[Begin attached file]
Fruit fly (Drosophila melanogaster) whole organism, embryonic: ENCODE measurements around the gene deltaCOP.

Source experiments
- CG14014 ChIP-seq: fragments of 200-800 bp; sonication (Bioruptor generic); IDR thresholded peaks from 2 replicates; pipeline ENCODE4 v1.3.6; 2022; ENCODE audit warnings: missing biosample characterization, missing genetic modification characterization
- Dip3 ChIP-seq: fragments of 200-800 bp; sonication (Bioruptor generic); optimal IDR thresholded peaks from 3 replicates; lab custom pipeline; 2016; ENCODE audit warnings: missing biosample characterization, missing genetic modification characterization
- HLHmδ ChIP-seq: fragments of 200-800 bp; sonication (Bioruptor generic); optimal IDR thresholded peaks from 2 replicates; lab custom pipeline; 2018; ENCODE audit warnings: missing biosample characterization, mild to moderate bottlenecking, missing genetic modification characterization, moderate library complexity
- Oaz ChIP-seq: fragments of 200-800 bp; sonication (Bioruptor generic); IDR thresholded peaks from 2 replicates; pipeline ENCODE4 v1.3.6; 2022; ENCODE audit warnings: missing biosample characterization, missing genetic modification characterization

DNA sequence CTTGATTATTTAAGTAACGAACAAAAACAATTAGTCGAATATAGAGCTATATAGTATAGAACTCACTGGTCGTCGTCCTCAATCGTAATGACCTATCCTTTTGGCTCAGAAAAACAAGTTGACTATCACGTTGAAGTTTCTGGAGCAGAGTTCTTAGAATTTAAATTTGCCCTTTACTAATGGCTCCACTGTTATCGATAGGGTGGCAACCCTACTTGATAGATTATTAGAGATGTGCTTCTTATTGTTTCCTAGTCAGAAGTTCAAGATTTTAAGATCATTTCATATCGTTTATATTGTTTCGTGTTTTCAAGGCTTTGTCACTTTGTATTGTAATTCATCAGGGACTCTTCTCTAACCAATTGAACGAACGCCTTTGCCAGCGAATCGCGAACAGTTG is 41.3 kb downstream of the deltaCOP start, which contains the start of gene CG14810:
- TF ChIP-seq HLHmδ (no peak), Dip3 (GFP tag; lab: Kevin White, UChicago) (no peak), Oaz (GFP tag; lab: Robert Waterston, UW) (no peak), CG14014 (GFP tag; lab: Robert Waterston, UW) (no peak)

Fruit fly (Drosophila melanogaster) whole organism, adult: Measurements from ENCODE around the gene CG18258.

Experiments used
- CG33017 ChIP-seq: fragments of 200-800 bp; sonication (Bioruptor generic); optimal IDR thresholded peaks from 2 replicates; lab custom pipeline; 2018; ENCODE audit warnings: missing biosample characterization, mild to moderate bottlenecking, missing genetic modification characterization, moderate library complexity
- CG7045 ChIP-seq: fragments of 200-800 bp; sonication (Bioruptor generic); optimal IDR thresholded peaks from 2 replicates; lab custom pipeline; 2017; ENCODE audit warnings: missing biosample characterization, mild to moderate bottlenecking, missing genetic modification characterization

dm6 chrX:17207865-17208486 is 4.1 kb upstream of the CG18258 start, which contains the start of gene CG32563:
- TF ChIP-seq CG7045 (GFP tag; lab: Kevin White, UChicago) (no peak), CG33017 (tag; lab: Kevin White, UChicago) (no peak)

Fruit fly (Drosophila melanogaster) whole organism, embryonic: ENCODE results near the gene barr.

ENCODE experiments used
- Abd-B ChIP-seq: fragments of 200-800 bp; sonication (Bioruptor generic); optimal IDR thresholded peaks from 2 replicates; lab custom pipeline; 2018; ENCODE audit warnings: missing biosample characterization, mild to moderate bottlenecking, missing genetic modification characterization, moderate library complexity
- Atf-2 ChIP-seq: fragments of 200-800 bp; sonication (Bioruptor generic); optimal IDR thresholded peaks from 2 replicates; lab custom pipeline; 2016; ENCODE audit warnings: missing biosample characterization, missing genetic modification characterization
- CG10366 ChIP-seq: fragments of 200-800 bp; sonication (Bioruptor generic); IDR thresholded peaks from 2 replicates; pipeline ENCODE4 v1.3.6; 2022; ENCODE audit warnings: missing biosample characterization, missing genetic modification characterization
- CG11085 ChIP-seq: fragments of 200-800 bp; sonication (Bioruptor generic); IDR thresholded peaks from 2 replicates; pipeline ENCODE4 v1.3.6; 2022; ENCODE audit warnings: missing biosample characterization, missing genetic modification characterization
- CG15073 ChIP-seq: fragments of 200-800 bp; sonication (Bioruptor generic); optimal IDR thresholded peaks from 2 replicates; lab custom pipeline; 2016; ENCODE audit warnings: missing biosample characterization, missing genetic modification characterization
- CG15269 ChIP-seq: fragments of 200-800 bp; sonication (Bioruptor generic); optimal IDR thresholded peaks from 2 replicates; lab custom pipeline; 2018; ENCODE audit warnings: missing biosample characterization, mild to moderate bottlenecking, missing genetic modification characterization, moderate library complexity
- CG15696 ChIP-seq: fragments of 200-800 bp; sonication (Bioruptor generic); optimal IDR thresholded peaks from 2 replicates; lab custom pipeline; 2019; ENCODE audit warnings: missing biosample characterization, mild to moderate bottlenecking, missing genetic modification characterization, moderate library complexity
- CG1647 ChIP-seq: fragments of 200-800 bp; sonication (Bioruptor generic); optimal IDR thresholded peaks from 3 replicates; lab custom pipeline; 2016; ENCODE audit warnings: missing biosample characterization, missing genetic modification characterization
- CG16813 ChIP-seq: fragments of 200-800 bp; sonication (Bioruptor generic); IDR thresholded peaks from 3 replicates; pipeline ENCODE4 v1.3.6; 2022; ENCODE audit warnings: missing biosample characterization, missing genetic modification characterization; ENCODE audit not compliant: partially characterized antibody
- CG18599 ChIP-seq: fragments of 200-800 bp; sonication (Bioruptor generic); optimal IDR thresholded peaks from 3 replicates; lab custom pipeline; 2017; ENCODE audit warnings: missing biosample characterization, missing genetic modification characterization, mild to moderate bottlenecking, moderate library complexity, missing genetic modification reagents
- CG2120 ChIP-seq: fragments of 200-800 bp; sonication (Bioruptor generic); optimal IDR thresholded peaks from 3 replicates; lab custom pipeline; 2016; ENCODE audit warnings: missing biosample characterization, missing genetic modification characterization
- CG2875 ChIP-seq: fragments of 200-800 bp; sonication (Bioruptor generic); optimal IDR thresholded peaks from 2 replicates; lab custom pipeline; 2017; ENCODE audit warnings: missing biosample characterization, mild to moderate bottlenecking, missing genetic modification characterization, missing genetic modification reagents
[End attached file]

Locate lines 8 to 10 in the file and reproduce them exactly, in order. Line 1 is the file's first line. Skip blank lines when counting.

- TF ChIP-seq HLHmδ (no peak), Dip3 (GFP tag; lab: Kevin White, UChicago) (no peak), Oaz (GFP tag; lab: Robert Waterston, UW) (no peak), CG14014 (GFP tag; lab: Robert Waterston, UW) (no peak)

Fruit fly (Drosophila melanogaster) whole organism, adult: Measurements from ENCODE around the gene CG18258.

Experiments used